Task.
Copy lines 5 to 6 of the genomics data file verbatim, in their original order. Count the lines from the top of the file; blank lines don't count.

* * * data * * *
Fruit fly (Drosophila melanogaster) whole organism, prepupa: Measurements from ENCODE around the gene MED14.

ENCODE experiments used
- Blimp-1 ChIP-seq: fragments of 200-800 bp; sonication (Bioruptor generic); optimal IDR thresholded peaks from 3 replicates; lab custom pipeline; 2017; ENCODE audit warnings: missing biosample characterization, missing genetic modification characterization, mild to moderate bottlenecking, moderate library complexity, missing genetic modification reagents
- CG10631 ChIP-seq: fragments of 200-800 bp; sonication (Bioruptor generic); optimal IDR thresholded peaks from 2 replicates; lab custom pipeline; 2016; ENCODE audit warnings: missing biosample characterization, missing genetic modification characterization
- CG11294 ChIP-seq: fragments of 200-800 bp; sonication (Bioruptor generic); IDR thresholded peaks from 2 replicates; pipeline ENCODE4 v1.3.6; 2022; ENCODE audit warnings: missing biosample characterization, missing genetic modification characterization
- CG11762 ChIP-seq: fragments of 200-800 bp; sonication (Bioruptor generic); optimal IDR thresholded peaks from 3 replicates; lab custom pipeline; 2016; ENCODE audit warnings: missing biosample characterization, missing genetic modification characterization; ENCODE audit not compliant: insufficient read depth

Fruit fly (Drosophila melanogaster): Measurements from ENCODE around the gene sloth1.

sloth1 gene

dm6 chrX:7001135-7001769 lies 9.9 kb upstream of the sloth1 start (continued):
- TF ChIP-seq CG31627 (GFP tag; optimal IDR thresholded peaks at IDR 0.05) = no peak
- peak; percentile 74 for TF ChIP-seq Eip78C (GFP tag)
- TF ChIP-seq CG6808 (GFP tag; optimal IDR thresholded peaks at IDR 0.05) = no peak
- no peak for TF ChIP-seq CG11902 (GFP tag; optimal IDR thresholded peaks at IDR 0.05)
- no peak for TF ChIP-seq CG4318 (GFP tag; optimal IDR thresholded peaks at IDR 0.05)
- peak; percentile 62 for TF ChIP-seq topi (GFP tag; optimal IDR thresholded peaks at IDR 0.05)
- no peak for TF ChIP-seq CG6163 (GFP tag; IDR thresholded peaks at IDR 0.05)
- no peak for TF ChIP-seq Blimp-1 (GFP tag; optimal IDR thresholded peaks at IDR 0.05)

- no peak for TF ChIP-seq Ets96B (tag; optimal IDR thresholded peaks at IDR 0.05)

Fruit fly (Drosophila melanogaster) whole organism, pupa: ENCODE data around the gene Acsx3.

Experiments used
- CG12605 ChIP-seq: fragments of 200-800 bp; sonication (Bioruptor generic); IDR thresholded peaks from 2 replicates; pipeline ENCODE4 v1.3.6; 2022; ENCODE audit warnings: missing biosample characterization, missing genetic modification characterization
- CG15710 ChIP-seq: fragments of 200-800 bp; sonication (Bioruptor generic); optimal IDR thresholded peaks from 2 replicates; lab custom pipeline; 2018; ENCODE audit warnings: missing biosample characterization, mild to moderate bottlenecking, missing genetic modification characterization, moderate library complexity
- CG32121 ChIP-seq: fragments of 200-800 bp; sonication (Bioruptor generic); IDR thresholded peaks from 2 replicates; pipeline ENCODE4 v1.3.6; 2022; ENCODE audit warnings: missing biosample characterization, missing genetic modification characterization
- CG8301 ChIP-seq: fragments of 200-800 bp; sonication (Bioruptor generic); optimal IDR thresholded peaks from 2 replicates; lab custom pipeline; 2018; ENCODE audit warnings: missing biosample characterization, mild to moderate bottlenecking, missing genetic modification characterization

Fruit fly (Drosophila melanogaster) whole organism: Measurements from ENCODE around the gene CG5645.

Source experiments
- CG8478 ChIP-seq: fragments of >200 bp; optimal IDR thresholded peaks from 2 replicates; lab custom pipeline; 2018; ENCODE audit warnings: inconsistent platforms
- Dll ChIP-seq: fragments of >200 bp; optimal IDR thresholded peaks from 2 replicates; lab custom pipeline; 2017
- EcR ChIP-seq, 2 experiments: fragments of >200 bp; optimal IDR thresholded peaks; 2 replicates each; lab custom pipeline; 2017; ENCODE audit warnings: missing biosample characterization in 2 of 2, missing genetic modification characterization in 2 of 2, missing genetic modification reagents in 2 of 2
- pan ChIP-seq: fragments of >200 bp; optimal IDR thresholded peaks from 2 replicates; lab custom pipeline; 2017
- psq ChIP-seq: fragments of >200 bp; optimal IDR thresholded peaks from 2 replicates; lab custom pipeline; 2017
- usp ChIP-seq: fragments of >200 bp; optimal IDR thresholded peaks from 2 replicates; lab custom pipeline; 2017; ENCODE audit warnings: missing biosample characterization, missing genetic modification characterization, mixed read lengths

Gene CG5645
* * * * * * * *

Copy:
- CG11294 ChIP-seq: fragments of 200-800 bp; sonication (Bioruptor generic); IDR thresholded peaks from 2 replicates; pipeline ENCODE4 v1.3.6; 2022; ENCODE audit warnings: missing biosample characterization, missing genetic modification characterization
- CG11762 ChIP-seq: fragments of 200-800 bp; sonication (Bioruptor generic); optimal IDR thresholded peaks from 3 replicates; lab custom pipeline; 2016; ENCODE audit warnings: missing biosample characterization, missing genetic modification characterization; ENCODE audit not compliant: insufficient read depth